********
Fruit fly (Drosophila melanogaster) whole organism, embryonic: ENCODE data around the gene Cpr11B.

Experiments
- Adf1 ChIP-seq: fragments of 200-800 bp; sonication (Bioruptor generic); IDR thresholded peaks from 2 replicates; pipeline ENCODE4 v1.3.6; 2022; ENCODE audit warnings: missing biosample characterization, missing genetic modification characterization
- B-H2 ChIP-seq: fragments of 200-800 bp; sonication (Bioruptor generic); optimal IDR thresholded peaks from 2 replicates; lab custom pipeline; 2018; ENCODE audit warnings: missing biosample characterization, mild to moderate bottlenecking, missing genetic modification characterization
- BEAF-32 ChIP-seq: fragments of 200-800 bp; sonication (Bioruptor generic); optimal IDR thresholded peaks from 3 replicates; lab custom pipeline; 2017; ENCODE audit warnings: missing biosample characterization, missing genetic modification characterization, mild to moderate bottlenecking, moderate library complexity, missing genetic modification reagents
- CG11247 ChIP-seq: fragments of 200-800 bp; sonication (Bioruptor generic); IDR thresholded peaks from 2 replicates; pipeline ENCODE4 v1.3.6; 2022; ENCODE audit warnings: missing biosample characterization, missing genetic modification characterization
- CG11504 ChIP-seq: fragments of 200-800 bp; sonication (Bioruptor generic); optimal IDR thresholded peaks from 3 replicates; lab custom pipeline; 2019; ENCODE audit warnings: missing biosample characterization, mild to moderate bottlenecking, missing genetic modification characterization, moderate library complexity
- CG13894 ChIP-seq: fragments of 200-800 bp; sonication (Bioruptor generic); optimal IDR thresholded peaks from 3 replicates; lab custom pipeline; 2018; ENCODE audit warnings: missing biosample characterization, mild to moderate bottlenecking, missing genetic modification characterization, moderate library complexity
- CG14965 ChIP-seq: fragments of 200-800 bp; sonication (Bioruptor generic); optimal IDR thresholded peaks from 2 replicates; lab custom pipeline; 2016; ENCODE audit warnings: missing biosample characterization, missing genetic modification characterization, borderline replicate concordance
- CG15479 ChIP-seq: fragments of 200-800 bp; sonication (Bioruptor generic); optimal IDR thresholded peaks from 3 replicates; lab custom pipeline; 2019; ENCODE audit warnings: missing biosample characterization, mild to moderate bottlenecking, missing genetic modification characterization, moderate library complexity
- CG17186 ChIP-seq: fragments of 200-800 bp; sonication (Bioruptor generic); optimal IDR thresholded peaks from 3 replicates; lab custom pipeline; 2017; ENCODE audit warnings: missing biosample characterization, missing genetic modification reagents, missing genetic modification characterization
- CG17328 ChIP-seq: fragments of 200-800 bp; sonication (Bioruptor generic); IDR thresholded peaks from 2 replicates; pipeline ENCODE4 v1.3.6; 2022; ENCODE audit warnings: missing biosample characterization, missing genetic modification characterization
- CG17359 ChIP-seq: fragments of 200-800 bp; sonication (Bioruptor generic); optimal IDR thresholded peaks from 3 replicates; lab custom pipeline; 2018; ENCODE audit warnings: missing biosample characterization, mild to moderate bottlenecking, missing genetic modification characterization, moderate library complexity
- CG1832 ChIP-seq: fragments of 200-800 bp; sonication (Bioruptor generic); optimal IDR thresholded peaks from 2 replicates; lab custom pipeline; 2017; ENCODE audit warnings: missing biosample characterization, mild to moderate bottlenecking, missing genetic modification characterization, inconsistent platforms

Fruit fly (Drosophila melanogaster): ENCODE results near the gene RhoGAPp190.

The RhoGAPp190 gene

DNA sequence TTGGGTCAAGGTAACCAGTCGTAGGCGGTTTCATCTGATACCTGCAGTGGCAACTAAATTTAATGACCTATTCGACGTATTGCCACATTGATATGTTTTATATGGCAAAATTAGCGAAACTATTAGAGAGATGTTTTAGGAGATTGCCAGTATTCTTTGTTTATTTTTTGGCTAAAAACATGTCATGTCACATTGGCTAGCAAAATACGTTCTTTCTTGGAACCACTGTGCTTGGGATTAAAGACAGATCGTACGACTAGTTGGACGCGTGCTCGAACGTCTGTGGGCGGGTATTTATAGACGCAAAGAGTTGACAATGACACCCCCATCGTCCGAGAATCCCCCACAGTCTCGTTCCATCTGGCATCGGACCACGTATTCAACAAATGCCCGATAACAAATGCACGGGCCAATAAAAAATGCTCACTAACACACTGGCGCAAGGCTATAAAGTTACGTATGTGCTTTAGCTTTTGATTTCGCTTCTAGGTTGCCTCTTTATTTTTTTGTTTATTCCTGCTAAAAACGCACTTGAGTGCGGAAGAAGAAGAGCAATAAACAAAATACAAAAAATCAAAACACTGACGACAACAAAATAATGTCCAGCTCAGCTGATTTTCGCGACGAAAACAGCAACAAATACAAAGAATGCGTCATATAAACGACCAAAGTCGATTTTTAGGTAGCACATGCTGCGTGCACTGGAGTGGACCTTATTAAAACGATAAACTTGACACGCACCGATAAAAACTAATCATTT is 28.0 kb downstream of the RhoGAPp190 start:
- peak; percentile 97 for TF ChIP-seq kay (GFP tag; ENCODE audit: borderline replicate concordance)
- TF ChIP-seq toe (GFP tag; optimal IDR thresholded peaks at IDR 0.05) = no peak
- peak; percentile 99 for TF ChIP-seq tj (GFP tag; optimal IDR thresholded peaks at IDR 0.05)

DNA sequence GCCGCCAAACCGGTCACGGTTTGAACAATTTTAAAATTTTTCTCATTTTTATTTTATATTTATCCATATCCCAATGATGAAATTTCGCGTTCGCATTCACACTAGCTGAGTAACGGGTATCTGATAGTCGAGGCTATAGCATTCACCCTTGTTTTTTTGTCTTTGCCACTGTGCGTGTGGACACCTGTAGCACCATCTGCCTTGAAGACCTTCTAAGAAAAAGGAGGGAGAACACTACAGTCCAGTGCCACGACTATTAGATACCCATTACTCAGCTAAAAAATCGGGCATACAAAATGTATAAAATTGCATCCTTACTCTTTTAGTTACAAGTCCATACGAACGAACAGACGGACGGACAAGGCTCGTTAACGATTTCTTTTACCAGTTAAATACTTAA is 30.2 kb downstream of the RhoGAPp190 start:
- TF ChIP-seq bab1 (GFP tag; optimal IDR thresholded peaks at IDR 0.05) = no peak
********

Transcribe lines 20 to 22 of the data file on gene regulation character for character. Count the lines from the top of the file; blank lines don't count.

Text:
- peak; percentile 99 for TF ChIP-seq tj (GFP tag; optimal IDR thresholded peaks at IDR 0.05)

DNA sequence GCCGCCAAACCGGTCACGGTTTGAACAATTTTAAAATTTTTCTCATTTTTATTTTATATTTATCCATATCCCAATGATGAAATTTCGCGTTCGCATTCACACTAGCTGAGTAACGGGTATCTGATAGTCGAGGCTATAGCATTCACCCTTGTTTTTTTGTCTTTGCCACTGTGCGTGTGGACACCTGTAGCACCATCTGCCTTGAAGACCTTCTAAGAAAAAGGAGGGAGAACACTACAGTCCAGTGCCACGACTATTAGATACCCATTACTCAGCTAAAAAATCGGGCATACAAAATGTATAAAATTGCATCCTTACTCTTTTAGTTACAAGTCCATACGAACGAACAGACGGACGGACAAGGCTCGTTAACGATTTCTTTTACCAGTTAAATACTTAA is 30.2 kb downstream of the RhoGAPp190 start:
- TF ChIP-seq bab1 (GFP tag; optimal IDR thresholded peaks at IDR 0.05) = no peak